Reuters

Andy Murray goes down fighting in first round of Australian Open


Andy Murray suffered a 4-6 4-6 7-6 7-6 2-6 defeat against No.22 seed Roberto Bautista Agut in the first round of the Australian Open.

Andy Murray went down fighting in the first round of the Australian Open (AP Photo)

Andy Murray went down fighting in the first round of the Australian Open (AP Photo)

HIGHLIGHTS

  • Andy Murray suffered a 4-6 4-6 7-6 7-6 2-6 defeat to Roberto Bautista Agut in the first round at the Australian Open
  • Andy Murray has been suffering from a right hip injury for nearly two years now
  • Murray has finished runner-up in Melbourne five times but never won the title

Andy Murray suffered a first round exit at the Australian Open on Monday. Andy Murray went down 4-6 4-6 7-6 7-6 2-6 to No.22 seed Roberto Bautista Agut at the Melbourne Arena.

Murray, who has finished runner-up in Melbourne five times but never won the title, may announce his retirement after a prolonged battle with a hip injury.

Hip surgery a year ago has left the three-time Grand Slam champion in severe pain and the 31-year-old had last week said that the year’s first Grand Slam could be his last tournament. The former world No.1 said the severe pain from his troublesome right hip became almost unbearable for him to play on.

Murray had never lost in three meetings with Bautista Agut and last beat the 22nd seed in the Shanghai Masters final in 2016, when the Scot was at his peak having just won his second Wimbledon title and Olympic gold in Rio.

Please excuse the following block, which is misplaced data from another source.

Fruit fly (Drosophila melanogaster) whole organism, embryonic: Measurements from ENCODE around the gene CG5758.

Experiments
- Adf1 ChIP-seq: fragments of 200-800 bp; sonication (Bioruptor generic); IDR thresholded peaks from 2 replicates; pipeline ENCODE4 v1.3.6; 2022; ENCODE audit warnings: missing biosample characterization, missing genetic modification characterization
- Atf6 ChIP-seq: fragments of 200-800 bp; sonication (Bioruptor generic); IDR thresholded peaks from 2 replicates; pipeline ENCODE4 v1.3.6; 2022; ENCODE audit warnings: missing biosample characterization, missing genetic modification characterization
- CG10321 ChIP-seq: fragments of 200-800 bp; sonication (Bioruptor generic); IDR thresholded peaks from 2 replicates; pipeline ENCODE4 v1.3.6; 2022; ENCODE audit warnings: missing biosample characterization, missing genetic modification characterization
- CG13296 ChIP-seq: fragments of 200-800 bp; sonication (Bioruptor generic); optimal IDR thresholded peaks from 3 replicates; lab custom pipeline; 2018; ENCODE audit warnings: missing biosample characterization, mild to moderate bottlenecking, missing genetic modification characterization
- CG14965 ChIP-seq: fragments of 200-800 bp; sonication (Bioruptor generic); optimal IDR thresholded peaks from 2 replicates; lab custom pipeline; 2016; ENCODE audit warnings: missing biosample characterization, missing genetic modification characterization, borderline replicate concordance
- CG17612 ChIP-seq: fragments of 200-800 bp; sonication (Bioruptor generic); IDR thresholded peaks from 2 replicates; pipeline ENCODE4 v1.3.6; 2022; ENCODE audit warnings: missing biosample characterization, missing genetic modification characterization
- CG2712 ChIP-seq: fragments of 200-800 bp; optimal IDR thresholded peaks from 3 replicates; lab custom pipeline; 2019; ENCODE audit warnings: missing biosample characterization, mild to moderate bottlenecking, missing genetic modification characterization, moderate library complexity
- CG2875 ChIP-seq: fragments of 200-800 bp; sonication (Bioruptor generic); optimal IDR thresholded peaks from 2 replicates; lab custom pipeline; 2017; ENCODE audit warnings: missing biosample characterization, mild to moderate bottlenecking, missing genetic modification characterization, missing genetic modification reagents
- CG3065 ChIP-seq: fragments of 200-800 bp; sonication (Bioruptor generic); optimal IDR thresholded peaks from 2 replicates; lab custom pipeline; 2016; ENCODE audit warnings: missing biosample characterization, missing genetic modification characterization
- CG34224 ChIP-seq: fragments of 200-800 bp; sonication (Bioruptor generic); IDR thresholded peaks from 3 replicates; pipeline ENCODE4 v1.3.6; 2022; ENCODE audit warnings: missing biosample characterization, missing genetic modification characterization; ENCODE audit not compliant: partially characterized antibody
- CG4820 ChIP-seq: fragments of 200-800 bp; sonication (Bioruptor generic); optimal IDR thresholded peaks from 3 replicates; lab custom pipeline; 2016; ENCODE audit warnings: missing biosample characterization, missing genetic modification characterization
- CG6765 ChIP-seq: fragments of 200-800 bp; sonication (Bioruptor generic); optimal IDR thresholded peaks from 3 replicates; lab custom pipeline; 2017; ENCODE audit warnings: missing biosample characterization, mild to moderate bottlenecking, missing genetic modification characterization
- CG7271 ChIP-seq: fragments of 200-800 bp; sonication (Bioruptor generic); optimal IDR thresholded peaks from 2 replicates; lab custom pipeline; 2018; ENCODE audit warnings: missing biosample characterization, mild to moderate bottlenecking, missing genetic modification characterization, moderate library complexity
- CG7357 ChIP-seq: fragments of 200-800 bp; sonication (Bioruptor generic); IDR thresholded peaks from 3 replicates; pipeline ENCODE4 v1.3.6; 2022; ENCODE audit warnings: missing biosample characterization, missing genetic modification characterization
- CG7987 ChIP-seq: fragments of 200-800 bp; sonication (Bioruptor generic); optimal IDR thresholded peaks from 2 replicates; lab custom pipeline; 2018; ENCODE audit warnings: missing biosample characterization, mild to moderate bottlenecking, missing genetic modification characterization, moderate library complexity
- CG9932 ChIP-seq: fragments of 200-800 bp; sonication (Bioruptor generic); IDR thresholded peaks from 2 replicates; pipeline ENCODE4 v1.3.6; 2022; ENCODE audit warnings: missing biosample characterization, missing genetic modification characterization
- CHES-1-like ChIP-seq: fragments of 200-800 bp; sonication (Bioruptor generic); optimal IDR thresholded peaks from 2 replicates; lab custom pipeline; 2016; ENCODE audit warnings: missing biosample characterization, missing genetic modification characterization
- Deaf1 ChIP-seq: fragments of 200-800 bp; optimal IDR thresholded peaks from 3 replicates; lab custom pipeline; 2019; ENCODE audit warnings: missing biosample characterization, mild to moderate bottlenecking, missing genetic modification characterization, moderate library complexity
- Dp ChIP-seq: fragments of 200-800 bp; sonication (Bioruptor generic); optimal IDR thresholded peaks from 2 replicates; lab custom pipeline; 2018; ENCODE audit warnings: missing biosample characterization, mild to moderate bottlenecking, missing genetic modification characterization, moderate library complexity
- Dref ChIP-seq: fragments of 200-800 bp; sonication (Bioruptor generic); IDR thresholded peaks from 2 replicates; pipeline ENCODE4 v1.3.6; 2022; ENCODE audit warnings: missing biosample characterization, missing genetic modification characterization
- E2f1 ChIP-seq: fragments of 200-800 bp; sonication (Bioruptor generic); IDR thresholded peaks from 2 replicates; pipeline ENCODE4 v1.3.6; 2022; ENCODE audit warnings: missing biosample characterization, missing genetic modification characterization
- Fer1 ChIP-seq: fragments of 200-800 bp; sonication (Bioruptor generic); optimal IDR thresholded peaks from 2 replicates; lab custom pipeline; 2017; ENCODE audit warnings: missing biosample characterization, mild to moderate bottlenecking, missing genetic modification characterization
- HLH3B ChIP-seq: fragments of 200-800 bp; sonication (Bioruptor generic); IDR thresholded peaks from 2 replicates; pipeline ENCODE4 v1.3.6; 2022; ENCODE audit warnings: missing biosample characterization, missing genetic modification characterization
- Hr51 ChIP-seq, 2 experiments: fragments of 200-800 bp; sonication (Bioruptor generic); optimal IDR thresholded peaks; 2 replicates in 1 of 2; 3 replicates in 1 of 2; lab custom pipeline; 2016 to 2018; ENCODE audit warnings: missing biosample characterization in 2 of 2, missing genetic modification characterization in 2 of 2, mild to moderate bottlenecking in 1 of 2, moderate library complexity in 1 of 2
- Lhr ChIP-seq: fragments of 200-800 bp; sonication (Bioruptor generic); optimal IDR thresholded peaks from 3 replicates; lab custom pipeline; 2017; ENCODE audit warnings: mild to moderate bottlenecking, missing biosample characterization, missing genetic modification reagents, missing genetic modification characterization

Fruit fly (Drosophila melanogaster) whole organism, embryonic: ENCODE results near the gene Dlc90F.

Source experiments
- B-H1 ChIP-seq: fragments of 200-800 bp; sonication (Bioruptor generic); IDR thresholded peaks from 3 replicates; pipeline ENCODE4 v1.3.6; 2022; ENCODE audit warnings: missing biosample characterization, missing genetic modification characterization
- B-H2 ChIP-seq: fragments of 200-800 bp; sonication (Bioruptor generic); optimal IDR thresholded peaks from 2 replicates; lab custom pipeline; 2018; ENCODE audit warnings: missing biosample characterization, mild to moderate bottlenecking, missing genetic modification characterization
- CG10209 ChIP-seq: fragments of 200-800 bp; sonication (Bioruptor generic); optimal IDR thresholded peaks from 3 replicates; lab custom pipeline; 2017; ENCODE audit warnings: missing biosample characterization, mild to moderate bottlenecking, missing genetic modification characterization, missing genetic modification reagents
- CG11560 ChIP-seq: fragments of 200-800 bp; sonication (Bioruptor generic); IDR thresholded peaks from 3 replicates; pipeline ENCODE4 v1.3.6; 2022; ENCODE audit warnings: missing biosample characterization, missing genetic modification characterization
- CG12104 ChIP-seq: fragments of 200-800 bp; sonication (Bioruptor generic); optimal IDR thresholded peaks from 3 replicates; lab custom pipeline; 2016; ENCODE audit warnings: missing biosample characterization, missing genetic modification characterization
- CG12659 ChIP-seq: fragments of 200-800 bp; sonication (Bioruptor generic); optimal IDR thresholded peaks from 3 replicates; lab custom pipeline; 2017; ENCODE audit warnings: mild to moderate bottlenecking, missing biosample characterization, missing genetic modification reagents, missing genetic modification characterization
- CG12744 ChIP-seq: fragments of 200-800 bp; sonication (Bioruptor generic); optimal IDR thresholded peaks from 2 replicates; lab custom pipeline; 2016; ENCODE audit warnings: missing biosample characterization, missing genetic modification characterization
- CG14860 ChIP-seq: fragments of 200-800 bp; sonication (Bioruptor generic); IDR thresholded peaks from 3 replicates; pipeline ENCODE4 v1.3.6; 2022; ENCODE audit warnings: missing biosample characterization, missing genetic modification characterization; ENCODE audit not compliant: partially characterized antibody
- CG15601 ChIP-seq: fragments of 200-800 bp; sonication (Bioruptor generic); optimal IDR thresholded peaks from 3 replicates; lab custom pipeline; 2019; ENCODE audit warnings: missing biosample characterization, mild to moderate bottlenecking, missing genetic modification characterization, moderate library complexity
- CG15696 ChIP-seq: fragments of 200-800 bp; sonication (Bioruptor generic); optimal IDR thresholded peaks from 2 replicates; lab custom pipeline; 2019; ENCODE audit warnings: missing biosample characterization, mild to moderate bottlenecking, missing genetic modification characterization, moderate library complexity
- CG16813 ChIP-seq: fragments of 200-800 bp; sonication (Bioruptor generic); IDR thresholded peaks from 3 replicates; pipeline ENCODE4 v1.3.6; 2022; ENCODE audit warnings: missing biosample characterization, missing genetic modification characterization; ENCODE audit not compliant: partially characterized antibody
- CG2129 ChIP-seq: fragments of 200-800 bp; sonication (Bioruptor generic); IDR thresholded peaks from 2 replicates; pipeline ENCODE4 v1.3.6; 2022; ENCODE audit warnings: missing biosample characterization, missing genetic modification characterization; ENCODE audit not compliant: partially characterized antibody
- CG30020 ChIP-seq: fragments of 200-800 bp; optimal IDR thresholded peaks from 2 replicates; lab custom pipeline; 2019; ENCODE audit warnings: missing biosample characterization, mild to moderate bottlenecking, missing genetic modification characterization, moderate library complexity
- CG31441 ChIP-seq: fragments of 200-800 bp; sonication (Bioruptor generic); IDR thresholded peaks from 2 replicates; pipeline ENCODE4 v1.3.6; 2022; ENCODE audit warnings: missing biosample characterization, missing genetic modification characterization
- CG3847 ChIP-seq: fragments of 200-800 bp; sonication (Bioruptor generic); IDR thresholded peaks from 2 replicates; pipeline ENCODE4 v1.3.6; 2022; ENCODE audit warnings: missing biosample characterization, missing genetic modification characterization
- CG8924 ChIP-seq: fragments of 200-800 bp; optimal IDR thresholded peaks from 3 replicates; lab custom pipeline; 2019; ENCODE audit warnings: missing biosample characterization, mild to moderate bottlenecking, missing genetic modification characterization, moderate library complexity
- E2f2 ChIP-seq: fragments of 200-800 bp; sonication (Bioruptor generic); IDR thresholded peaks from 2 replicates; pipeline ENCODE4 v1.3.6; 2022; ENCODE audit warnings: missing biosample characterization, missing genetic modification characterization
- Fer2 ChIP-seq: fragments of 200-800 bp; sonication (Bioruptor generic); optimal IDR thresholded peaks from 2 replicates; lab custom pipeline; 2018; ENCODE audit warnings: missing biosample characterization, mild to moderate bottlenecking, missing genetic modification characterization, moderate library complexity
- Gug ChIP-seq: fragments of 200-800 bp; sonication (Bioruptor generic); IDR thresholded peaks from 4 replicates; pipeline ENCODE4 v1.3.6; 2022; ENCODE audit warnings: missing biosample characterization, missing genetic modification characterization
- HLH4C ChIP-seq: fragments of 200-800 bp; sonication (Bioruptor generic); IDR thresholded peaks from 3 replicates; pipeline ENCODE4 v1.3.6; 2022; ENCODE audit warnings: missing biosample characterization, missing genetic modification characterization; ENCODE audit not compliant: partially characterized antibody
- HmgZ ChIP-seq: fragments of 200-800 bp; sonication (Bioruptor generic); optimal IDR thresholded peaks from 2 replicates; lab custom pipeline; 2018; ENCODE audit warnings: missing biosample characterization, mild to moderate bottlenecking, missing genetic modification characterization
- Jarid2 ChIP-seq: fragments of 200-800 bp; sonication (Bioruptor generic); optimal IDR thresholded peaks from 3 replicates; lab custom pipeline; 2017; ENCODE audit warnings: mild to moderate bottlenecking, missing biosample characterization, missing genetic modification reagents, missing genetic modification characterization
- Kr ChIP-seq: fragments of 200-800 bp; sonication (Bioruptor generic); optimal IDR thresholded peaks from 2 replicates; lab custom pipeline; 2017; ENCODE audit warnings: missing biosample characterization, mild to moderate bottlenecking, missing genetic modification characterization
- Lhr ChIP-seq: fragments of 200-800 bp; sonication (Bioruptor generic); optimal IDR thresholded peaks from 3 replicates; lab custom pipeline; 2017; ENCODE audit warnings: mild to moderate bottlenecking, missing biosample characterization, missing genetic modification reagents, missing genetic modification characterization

Overcome with emotion, Murray wept at a media conference as he revealed that he had initially planned to quit after playing this year’s Wimbledon tournament but now felt Melbourne Park might end up his swansong.

“There’s a chance of that, for sure, because I’m not sure I’m able to play through the pain for another four or five months,” the 31-year-old Briton, now ranked 230th in the world, said.

“The pain is too much, really, and I don’t want to continue playing that way. The pain is not allowing me to enjoy competing or training or any of the stuff I love about tennis.”

Murray had surgery on the joint a year ago, having played with pain for a number of years. He came back last June but was forced to cut his 2018 season short.

Murray said basic things in everyday life, like putting on socks and shoes, were causing him severe pain and he had grown weary of talking about his hip in every conversation.

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